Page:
The purist in me believes that two identical series should have a corr of 1.0 if we’re going to call it a corr. This could be done by either changing how the targets are ranked to the method="first" approach used in the example correlation() function, or changing the example correlation() function to use the same ranking system that is used on the targets now. The latter probably makes more sense, because everyone already trains on the 0, 0.25, 0.5, 0.75, and 1.0 targets. But making a fundamental change in the scoring measure like this could have tourney implications that are too big to grapple with. I wouldn’t know. Still, I wanted to throw a vote to clean this oddity up so that we have sane correlation numbers in the future.

And now for something completely different…

@wigglemuse You have styled yourself as something of an educator here. I chalk this up to your love for the tourney, your interest in helping people out, and your vast knowledge of all things Numerai.

But when you write something like:

… that flies in the face of what other well-informed senior posters have written and also common sense, I will call you out for it. I do this because I want to know the real answers, and also because these are permanent records (more permanent than RocketChat at least) that will either help future tourney participants or confuse them further.

If in one post you say they aren’t ranked, and in the next you write:

… you muddy the signal with noise. (Editor’s note: the targets are actually ranked, not “ranked.”)

For the record: I’m someone who takes what you write seriously because I’m seeking information and you’re offering it. I’m paying attention. I appreciate it when you illuminate something that I’ve been struggling to understand. That’s happened multiple times around here already, most recently regarding stake reduction. But I’m not going to smile and nod if you say stuff that doesn’t sit right or that demands further explication.

If you want people to believe what you say without question then you’ve chosen the wrong role for yourself. Educators should expect students to poke holes in their claims and demand more evidence. Real learning requires interrogation, not blind acceptance. So instead of taking it personally, I encourage you to see it as a compliment that I am taking what you say you seriously.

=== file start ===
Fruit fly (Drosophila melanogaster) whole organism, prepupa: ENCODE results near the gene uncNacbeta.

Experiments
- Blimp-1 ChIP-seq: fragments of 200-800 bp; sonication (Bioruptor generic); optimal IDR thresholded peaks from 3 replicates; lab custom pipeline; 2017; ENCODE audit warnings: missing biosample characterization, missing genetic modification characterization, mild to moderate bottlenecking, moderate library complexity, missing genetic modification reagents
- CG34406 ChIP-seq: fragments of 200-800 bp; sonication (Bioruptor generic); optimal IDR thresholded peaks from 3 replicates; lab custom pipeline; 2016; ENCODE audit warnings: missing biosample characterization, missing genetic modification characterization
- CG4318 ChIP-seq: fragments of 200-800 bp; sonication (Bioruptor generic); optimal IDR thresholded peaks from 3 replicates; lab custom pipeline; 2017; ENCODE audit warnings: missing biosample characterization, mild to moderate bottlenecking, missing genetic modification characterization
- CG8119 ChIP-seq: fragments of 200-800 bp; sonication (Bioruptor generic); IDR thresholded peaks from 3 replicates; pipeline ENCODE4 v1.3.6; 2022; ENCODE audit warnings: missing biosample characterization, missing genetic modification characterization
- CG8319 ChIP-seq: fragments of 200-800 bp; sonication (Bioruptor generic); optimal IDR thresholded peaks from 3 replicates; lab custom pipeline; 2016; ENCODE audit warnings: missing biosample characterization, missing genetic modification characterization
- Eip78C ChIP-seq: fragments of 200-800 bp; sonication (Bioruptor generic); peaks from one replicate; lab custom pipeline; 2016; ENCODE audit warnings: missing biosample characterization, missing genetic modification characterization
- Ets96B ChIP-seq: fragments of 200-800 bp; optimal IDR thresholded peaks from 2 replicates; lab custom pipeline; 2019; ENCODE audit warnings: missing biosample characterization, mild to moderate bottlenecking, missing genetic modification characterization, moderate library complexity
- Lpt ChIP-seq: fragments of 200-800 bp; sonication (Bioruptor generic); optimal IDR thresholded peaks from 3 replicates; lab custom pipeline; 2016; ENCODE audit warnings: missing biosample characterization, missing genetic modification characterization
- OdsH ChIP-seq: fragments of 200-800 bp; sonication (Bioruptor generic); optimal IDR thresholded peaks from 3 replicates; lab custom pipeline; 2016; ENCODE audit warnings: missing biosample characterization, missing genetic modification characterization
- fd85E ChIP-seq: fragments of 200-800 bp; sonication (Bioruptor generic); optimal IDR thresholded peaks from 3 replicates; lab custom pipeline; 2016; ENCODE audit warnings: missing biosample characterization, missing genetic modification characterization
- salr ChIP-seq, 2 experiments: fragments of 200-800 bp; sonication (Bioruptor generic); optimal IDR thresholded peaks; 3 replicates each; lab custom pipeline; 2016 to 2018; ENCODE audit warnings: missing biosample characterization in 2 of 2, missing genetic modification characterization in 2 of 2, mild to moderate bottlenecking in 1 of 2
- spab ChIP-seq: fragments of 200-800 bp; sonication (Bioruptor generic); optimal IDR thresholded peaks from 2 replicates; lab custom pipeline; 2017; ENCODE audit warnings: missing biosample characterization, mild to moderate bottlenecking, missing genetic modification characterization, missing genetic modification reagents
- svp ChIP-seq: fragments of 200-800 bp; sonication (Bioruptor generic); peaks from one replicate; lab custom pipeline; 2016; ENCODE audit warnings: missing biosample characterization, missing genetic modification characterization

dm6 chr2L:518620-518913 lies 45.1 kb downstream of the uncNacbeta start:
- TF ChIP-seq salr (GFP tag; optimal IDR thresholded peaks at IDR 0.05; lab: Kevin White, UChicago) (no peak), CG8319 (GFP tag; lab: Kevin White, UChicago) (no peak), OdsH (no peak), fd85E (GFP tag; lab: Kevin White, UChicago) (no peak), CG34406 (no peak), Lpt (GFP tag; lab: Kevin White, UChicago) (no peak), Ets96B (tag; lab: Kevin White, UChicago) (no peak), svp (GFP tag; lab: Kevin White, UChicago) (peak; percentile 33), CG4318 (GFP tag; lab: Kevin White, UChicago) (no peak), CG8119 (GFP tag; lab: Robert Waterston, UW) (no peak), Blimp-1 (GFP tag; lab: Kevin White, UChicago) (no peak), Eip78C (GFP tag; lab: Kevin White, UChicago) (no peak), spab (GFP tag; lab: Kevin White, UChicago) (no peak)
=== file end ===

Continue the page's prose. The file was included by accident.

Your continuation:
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…and if you want people to engage with your questions at all, you shouldn’t act like a tool and make insinuating insults instead of just normal back-and-forth clarifying questions.

Apples and Oranges. What does ranking have to do with tie breaking? They’re not the same thing. Someone from the team could correct me if I’m wrong, but AFAIK the targets are discretized ranks. And they’re discretized to prevent us from overfitting on the targets.

As a newby check out Arbitrages videos if you haven’t already.

I’m talking about the scoring code – the targets do not go through a “ranking process” like the predictions at score time in the code. That’s all. The targets are already ranked when given to us – they are left alone after that. And that confuses people because the predictions aren’t and the ranking process the predictions go through is different than the one that may or may not have been previously applied to the targets, and that’s where the ties come in – the predictions end up having no ties, but the targets keep theirs. So when we just say something is “ranked” it is unclear because we’ve got two different ways of doing that: one with ties, one without; one explicitly in code shown to us, one unseen (done beforehand) on raw data That’s pretty much the sole point I’ve ever made about this ranking stuff, although I’ve made it a lot of times because it gets brought up a lot. It is a super simple point, and there isn’t an ounce of opinion in it. Just a super simple technical point – predictions ranked with ties removed, targets left alone and ties remain. The end.

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Wow! You insult me in the same breath that you encourage me not to make insults.

Of course, I can’t find examples in my posts where I’ve actually insulted you, but hey, I get it. It sucks when someone points out that you’ve written something inaccurate, or hypocritical, or confusing. But it’s not actually an insult. Like, I’m not trashing your character, I’m just interrogating what you’ve written. I could certainly insult you–I could call you a “tool” for example–but I’d have to be willing to violate the Forum Guidelines and I’m not.